Marine Corps Marks End of Harrier Operations for Historic ‘Tomcats’ Squadron

Marine Corps Marks End of Harrier Operations for Historic ‘Tomcats’ Squadron

Marine Corps Marks End of Harrier Operations for Historic ‘Tomcats’ Squadron

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The Marine Corps is saying goodbye to one of its historic AV-8B Harrier squadrons as it transitions to fly the F-35B Lightning II stealth fighter.

The service last week held a “sunset ceremony” for Marine Attack Squadron 311 at Marine Corps Air Station Yuma, Arizona, according to a news release.

VMA-311 will merge with the VMA-214 “Black Sheep,” another Harrier squadron, next spring to form “Marine Fighter Attack Squadron 311” at MCAS Miramar, California, in preparation to fly the Joint Strike Fighter, the release states.

Known as the “Tomcats,” VMA-311 began at Cherry Point, North Carolina, in 1942 as a training unit and quickly transitioned into a combat unit to fly the F4U Corsair in the Pacific during World War II. Operating out of Okinawa in 1945, it was the first Marine squadron to use fighter aircraft “for dive bombing missions,” according to the unit’s history webpage.

In 1948, the Tomcats were the first Marine Corps unit to receive jet aircraft — the F-80A Shooting Star, followed by the F9F2 Panther, the history page states. The squadron scored another milestone in 1950 during the Korean War as it flew the first Marine combat mission, providing close-air support to Army units operating near the Chosin Reservoir. Pilots from VMA-311 racked up more than 18,851 combat sorties over two years during the conflict, per the unit’s page.

History making didn’t stop there. VMA-311 was the first Marine squadron “to employ the AV-8B Harrier in combat during Operation Desert Shield,” the release adds.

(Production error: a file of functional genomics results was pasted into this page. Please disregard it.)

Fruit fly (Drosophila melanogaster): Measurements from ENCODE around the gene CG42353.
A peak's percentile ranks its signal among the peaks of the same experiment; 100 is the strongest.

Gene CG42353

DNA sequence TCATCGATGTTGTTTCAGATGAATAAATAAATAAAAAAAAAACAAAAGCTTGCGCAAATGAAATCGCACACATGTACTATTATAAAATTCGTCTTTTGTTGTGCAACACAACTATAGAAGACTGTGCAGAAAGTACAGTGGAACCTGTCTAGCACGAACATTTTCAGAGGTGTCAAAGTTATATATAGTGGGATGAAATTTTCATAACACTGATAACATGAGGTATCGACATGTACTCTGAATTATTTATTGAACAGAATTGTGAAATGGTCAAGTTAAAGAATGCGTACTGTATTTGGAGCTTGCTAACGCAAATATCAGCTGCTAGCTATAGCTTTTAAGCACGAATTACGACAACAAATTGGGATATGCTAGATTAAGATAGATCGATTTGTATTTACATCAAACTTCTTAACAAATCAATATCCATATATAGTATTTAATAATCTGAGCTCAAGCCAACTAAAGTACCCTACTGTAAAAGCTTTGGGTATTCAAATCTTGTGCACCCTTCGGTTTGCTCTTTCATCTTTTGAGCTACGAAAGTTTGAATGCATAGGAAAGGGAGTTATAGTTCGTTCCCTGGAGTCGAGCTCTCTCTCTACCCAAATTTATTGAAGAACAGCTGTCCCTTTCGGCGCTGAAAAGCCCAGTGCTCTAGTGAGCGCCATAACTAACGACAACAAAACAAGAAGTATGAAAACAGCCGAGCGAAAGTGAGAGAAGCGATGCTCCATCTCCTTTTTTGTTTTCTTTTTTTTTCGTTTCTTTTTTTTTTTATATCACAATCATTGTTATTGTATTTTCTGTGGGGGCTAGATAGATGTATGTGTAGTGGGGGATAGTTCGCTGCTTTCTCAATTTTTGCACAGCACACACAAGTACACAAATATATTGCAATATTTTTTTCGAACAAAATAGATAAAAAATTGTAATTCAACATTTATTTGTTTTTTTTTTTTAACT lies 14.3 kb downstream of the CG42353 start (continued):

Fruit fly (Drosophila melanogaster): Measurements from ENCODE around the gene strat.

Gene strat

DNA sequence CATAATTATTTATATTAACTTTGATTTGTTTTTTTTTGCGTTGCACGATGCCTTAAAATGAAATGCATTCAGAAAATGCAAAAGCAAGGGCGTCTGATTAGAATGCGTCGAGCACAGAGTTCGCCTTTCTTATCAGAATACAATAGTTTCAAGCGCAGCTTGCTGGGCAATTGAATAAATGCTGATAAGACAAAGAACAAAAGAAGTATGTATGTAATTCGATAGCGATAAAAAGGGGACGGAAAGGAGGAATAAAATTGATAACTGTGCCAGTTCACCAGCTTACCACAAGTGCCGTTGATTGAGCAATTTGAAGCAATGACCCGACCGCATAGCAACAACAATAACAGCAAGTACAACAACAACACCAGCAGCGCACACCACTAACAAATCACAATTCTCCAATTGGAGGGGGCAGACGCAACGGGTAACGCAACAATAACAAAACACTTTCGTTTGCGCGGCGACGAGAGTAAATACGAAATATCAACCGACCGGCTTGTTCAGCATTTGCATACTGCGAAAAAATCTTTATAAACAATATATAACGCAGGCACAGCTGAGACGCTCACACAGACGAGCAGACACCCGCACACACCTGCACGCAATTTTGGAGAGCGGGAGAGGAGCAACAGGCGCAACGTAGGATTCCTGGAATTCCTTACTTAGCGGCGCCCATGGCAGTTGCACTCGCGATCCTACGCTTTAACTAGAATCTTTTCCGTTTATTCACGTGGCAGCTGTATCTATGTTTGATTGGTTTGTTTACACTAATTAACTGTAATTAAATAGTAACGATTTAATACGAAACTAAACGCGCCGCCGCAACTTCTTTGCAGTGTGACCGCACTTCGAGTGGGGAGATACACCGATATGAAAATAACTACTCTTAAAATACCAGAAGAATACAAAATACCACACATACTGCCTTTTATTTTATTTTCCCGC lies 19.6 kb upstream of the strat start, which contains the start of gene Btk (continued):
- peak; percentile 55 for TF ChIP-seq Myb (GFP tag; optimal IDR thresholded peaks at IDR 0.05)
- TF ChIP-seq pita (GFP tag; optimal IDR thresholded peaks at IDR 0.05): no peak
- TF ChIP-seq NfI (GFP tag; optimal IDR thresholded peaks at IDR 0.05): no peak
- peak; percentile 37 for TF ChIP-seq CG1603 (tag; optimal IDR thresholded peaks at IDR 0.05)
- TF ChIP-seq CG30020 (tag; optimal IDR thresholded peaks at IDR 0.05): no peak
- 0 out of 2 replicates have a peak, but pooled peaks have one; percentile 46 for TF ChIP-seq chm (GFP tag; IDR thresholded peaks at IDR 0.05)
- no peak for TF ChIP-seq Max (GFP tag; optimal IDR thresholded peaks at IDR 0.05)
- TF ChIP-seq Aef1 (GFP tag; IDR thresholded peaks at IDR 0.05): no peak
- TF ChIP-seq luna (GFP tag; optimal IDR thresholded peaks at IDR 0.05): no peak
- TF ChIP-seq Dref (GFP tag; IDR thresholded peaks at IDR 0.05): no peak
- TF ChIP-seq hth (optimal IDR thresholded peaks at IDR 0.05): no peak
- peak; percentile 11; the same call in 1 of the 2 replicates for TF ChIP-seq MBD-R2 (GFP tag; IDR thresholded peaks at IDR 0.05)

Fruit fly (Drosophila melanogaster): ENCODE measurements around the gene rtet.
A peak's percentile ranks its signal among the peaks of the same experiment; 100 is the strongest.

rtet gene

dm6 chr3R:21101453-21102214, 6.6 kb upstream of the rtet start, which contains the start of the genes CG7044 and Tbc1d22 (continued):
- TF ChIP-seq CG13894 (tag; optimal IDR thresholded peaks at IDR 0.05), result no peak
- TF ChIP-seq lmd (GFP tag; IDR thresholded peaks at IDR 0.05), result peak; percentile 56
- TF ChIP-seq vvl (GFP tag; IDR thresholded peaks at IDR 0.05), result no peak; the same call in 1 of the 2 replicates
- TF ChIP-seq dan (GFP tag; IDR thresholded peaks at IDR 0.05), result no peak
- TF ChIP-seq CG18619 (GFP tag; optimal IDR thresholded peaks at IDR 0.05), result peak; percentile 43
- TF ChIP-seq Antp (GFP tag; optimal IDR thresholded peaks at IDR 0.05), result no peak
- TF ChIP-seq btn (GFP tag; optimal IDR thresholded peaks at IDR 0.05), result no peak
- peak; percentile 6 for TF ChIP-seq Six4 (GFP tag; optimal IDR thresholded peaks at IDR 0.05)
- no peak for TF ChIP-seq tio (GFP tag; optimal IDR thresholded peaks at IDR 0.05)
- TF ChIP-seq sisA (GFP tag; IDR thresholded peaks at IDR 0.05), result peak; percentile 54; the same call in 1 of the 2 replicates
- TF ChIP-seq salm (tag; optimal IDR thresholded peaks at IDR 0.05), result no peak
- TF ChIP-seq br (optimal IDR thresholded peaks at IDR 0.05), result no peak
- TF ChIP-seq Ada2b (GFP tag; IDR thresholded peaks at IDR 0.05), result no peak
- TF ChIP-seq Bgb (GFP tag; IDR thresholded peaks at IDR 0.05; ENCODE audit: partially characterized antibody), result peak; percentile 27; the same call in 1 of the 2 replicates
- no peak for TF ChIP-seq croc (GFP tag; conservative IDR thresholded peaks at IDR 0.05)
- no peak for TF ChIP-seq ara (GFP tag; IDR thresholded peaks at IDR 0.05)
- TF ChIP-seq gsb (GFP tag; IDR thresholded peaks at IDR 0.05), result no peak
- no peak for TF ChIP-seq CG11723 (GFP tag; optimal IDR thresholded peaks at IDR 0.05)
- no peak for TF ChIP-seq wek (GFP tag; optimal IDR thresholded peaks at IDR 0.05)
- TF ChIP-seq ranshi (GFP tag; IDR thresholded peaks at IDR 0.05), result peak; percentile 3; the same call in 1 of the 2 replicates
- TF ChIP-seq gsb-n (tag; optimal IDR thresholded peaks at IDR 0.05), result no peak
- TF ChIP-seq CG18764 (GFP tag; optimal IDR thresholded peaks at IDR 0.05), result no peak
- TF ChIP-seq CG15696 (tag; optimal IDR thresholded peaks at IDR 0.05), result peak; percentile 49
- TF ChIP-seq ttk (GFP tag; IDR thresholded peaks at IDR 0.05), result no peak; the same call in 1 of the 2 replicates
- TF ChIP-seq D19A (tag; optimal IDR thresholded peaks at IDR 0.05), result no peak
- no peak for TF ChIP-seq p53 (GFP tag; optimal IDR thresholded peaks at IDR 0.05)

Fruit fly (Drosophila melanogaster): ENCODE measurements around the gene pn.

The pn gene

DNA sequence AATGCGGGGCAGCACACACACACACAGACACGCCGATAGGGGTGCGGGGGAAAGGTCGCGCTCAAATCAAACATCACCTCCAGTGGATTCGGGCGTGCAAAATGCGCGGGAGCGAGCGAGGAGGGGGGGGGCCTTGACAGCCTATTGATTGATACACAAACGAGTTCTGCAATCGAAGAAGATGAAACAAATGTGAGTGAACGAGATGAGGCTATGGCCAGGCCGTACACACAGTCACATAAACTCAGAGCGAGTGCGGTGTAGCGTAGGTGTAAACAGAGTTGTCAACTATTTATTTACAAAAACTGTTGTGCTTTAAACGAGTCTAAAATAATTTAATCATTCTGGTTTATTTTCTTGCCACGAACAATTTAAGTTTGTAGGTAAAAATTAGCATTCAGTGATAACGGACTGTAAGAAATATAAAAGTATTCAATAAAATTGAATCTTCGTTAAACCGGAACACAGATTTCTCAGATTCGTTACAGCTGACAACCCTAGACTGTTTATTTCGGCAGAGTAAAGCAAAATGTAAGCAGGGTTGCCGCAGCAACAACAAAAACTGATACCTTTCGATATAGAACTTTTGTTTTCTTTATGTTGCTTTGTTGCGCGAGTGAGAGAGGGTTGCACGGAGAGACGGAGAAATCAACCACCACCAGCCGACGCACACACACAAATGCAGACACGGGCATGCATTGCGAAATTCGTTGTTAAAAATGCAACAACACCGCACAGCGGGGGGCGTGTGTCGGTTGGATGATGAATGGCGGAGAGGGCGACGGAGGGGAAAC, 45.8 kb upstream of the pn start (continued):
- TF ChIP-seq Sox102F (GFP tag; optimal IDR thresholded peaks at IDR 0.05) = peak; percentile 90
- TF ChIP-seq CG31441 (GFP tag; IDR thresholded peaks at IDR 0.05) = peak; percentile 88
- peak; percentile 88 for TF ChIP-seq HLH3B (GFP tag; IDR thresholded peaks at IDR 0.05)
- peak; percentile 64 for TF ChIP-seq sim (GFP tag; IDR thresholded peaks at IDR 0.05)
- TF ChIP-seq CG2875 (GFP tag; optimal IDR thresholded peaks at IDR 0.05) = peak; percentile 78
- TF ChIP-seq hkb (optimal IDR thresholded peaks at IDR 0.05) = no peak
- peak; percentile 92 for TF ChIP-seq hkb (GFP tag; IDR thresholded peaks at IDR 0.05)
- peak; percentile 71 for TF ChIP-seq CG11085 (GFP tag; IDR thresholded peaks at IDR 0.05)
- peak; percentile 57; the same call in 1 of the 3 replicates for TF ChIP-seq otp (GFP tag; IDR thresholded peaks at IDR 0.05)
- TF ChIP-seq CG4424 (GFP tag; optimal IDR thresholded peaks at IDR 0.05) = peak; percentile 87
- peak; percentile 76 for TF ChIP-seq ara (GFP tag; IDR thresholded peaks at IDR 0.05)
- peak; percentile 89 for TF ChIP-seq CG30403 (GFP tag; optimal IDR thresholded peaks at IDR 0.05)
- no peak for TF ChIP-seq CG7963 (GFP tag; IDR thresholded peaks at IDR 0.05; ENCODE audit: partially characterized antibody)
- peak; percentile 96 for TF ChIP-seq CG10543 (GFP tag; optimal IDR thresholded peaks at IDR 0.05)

“VMA-311’s Harriers were the first to fly combat missions in Afghanistan during Operation Enduring Freedom, and participated in the first combat sortie of Operation Iraqi Freedom in 2003. With a longstanding tradition of aviation firsts, VMA-311 remained an integral force in the nation’s forward presence around the globe,” the release states.

“The reputable Tomcats have an exceptional level of esprit de corps representing 78 years of superior performance,” said Sgt. Maj. Colin Barry, VMA-311’s top enlisted leader. “The Tomcats imbued a level of morale within each other that was unmatched, but I have no doubt the newly adopted VMA-214 Black Sheep identity will be embraced, and they will continue performing remarkably.”

Officials note that the transition to the F-35B variant — a vertical takeoff and landing platform like the Harrier — represents the future of aviation for the service.

The Marine Corps initially had plans to procure a total of 420 F-35s — 353 F-35Bs and 67 F-35C carrier models — in an effort to replace the Harrier, the F/A-18 Hornet and EA-6B Prowler over the next decade. The Navy and the Marine Corps have been moving to centralize their Joint Strike Fighter operations along the Pacific coast.

But the service is weighing a change to how many F-35s it may buy over the next few years, according to a report from Aviation Week last month. The news about potentially scaling back procurement follows Marine Corps Commandant Gen. David Berger’s “Force Design 2030” study, which said the service may not have enough pilots to sustain future F-35 units amid expected future budget shortfalls.

In a 10-year force outlook plan released earlier this year, Berger said the service will require a new study into how many F-35 squadrons it can support as it prepares to make other cuts across the force. Aviation Week said that report is expected in February.

“I am not convinced that we have a clear understanding yet of F-35 capacity requirements for the future force,” Berger said in the 2030 outlook.

The F-35 has proven costly to maintain, and the Marine Corps, like other services, has contended with pilot shortages in the fighter community.

“Our continued pilot shortfalls are a factor we must consider and either scale programs of record accordingly or implement a sustainable, affordable solution,” Berger said. “Other services face similar shortfalls. This issue has recruiting, training and retention factors — as well as fiscal and industrial base factors — that we must consider in reconciling the growing disparity between numbers of platforms and numbers of aircrew.”

— Oriana Pawlyk can be reached at oriana.pawlyk@military.com. Follow her on Twitter at @Oriana0214.

 

This article was from Military.com and was legally licensed through the Industry Dive publisher network. Please direct all licensing questions to legal@industrydive.com.

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